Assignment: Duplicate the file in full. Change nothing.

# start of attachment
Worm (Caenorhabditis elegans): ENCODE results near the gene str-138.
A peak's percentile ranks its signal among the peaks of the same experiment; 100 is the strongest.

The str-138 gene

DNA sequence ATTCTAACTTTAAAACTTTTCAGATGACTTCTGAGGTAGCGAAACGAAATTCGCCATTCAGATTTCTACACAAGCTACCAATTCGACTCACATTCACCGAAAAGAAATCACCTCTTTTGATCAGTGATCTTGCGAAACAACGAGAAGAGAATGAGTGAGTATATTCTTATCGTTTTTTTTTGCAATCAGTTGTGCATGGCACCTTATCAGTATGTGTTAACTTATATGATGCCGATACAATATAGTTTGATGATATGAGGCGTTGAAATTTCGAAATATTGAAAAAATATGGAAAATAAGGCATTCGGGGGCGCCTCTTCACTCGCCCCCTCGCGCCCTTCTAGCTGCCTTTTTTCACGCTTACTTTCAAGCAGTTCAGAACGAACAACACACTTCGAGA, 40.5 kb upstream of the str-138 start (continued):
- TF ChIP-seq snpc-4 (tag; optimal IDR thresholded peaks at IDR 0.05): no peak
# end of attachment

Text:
Worm (Caenorhabditis elegans): ENCODE results near the gene str-138.
A peak's percentile ranks its signal among the peaks of the same experiment; 100 is the strongest.

The str-138 gene

DNA sequence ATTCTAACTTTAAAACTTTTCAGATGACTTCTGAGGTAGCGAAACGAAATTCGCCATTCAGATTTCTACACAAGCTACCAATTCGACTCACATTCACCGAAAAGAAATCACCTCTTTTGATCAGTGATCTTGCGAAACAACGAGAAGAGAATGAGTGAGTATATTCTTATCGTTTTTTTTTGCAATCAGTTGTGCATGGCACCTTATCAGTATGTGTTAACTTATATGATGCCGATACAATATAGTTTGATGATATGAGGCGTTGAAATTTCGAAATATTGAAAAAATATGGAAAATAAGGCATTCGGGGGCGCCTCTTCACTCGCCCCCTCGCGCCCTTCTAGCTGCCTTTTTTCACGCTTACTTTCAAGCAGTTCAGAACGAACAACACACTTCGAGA, 40.5 kb upstream of the str-138 start (continued):
- TF ChIP-seq snpc-4 (tag; optimal IDR thresholded peaks at IDR 0.05): no peak